Walker Percy Wednesday 182


THERE ARE two interesting things about current approaches to consciousness as a subject of inquiry. One is that the two major approaches, the explanatory-psychological and the phenomenological, go their separate ways, contributing nothing to each other. They do not tend to converge upon or supplement each other as do, say, atomic theory and electromagnetic theory. One can either look upon consciousness as a public thing or event in the world like any other public thing or event and as such open to explanatory inquiry; or one can regard it as an absolutely privileged realm, that by which I know anything at all-including explanatory psychology. As exemplars of these two approaches, I shall refer in the sequel to the work of George H. Mead and Edmund Husserl. The other interesting thing is that both approaches encounter the same perennial difficulty, albeit each encounters it in its own characteristic way. This difficulty is the taking account of intersubjectivity, that meeting of minds by which two selves take each other’s meaning with reference to the same object beheld in common. As Schutz has pointed out, intersubjectivity is simply presupposed as the unclarified foundation of the explanatory-empirical sciences. A social behaviorist writes hundreds of papers setting forth the thesis that m ind and consciousness are an affair of responses to signs or responses to responses; yet he unquestionably expects his colleagues to do more than respond to his paper; he also expects them to understand it, to take his meaning. As regards phenomenology, on the other hand, philosophers as different as James Collins and Jean-Paul Sartre have noticed that the chief difficulty which Husserl (not to mention Hegel and Heidegger) encounters is the allowing for the existence of other selves.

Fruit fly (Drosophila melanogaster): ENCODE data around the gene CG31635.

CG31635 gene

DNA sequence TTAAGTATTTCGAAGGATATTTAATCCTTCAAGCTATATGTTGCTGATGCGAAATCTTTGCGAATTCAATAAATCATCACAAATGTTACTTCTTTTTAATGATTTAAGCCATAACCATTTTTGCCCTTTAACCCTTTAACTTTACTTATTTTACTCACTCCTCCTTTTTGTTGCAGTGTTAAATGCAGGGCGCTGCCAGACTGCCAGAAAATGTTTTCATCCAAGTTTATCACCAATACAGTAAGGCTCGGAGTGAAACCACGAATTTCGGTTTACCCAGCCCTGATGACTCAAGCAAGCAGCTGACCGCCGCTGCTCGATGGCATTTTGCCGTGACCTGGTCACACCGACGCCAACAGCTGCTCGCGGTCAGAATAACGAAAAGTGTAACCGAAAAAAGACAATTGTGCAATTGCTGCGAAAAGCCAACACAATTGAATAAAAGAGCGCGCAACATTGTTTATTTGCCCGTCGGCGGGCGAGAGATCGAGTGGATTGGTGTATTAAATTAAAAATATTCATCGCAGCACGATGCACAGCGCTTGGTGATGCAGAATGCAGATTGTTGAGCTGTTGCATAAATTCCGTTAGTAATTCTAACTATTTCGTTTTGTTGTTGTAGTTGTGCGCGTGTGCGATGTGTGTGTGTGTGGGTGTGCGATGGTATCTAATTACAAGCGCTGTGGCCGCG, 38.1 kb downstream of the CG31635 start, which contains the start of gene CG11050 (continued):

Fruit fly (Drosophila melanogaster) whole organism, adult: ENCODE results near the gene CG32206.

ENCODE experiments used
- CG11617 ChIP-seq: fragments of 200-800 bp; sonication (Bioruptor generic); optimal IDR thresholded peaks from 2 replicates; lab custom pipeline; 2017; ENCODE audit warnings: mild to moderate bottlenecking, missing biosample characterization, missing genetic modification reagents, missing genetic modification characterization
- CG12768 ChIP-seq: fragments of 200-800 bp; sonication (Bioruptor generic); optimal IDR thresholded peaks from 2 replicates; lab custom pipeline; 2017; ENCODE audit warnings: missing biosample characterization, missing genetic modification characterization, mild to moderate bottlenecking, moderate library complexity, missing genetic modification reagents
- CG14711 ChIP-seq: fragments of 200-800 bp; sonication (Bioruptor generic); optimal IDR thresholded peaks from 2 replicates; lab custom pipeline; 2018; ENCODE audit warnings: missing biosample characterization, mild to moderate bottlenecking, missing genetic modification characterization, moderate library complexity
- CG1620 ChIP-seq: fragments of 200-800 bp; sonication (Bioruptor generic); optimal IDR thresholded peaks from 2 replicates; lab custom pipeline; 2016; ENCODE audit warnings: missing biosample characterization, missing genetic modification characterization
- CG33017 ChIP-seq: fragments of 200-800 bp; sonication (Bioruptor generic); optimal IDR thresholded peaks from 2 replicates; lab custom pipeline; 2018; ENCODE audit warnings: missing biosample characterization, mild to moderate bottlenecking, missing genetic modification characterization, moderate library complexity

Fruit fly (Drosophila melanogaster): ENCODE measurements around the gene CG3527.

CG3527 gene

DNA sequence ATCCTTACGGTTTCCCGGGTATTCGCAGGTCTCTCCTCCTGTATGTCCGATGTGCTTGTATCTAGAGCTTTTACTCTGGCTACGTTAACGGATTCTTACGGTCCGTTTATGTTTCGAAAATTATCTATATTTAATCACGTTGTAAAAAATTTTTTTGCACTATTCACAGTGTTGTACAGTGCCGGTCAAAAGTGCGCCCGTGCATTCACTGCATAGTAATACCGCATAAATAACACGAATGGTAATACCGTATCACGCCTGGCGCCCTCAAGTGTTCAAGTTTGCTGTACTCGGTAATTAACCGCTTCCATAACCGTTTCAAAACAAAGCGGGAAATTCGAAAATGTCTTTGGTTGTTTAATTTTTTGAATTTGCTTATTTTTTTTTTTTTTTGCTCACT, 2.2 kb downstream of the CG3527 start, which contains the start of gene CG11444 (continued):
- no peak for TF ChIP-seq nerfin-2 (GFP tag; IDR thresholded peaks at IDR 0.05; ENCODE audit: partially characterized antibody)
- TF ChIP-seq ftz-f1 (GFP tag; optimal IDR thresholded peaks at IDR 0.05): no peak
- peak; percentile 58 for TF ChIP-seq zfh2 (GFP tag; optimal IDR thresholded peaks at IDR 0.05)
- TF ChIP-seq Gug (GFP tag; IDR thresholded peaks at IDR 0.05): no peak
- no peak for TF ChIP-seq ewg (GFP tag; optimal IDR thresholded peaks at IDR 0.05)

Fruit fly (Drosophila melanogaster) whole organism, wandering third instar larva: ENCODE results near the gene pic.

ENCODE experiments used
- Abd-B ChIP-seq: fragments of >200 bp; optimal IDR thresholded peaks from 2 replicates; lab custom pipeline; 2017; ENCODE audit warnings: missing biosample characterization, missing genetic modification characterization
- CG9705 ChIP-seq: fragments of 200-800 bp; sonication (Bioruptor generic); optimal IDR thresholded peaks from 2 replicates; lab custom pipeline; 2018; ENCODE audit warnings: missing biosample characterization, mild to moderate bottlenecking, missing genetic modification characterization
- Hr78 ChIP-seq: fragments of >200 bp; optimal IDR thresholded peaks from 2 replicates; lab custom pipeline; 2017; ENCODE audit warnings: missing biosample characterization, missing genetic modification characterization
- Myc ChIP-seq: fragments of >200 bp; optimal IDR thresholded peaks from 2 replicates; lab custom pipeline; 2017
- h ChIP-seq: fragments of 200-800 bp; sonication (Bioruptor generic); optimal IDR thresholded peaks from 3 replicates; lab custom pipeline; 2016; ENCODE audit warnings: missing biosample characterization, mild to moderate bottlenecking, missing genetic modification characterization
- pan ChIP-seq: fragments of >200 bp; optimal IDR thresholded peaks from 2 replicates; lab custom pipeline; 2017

It is the purpose of this essay to suggest that these two chronic difficulties which have beset the study of consciousness have come about in part at least from a failure to appreciate the extraordinary role of the symbol, especially the language symbol, in man’s orientation to the world. I am frank to confess a prejudice in favor of Mead’s approach to consciousness as a phenomenon arising from the social matrix through language. It seems to me that the psychological approach possesses the saving virtue that it tends to be self-corrective, whereas in transcendental phenomenology everything is risked on a single methodological cast at the very outset, the famous epoche. But I wish to suggest first that positive psychology, in its allegiance to the sign-response as the basic schema of psychogenesis, has failed or refused to grasp the peculiar role of the language symbol. I would further suggest that an appreciation of this role will ( l ) confirm in an unexpected way Mead’s thesis of the social origin of consciousness, (2) reveal intersubjectivity as one of the prime relations of the symbol meaning-structure, (3) provide access to a phenomenology of consciousness, not as a transcendental idealism, but as a mode of being emerging from the interrelations of real organisms in the world.

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